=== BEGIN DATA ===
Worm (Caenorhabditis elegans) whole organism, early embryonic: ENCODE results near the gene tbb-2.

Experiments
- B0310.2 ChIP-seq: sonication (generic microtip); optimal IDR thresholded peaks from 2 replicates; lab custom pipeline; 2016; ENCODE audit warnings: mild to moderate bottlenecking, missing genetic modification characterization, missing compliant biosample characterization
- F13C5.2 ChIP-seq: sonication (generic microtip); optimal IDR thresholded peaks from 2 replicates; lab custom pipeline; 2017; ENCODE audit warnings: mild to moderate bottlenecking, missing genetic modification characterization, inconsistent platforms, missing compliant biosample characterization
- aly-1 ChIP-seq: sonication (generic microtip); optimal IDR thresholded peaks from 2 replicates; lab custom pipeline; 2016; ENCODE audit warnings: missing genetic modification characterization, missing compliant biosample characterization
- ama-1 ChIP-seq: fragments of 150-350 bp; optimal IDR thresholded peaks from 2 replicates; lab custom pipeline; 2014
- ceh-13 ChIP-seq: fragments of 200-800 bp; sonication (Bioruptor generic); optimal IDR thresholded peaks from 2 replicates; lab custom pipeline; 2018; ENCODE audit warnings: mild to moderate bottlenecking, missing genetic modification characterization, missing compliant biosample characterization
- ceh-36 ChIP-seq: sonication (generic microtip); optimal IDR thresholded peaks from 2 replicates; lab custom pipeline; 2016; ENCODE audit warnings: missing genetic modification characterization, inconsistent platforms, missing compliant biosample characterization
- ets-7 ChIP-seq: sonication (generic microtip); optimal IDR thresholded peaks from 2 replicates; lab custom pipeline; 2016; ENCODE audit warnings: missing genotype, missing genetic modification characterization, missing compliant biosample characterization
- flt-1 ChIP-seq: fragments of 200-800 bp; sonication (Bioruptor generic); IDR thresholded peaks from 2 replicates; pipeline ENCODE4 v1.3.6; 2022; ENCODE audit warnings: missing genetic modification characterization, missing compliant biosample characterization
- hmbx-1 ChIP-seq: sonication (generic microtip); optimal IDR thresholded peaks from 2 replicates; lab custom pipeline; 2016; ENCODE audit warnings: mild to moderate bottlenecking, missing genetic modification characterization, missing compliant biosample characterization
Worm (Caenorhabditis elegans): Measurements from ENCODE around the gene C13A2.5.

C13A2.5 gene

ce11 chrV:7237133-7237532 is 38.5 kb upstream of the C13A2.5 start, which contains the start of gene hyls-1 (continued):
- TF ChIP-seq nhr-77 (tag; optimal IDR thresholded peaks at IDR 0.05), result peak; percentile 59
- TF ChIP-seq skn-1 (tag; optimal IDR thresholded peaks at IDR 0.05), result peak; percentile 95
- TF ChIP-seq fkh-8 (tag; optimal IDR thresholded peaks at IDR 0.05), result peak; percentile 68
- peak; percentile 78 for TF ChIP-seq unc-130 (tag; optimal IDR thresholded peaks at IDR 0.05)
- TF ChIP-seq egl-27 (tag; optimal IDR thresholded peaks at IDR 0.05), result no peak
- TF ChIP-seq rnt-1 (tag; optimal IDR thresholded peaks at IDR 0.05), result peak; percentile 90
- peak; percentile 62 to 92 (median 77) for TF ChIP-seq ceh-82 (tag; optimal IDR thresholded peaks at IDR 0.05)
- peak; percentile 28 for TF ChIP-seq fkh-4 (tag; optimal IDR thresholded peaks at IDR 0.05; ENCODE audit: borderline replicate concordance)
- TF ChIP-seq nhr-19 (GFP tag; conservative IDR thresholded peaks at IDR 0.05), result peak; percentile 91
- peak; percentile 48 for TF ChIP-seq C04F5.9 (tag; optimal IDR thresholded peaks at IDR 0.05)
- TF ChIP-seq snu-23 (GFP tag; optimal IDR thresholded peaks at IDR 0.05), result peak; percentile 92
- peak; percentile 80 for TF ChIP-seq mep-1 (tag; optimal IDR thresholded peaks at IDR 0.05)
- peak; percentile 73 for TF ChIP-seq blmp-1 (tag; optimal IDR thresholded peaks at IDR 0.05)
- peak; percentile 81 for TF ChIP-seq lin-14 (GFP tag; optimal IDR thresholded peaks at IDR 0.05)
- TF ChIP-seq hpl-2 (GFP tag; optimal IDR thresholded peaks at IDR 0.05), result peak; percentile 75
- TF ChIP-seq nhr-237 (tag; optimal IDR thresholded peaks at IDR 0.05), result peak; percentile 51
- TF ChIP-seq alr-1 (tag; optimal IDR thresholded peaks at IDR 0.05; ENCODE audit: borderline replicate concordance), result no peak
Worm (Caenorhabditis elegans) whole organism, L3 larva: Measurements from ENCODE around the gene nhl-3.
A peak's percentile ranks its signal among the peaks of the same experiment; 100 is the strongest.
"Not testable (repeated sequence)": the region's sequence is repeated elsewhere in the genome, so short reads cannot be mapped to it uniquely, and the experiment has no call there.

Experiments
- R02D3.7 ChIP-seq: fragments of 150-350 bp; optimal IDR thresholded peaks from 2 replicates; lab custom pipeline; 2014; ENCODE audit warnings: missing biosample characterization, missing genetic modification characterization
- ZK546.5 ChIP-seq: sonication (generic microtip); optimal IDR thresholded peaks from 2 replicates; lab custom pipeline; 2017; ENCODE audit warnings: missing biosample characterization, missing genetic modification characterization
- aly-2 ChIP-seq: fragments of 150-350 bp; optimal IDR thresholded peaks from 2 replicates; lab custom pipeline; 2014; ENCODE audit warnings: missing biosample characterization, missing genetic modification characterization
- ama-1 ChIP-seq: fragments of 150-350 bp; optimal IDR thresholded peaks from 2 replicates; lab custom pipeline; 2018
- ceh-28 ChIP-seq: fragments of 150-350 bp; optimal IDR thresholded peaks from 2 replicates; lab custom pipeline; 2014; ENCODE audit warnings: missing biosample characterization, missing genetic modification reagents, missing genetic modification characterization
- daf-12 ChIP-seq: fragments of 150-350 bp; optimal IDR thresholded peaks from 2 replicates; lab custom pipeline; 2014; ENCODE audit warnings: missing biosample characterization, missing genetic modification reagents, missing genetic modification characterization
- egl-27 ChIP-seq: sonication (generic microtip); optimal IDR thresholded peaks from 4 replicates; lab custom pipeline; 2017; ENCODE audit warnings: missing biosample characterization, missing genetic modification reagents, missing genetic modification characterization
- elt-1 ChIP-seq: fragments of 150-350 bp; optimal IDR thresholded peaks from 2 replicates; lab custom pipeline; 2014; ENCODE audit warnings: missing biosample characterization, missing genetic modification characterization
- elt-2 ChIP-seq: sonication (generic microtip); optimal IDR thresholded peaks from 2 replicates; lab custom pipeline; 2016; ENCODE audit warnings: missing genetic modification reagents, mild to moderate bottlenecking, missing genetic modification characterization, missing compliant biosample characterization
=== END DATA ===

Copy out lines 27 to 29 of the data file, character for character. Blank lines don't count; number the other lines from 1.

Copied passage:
- peak; percentile 73 for TF ChIP-seq blmp-1 (tag; optimal IDR thresholded peaks at IDR 0.05)
- peak; percentile 81 for TF ChIP-seq lin-14 (GFP tag; optimal IDR thresholded peaks at IDR 0.05)
- TF ChIP-seq hpl-2 (GFP tag; optimal IDR thresholded peaks at IDR 0.05), result peak; percentile 75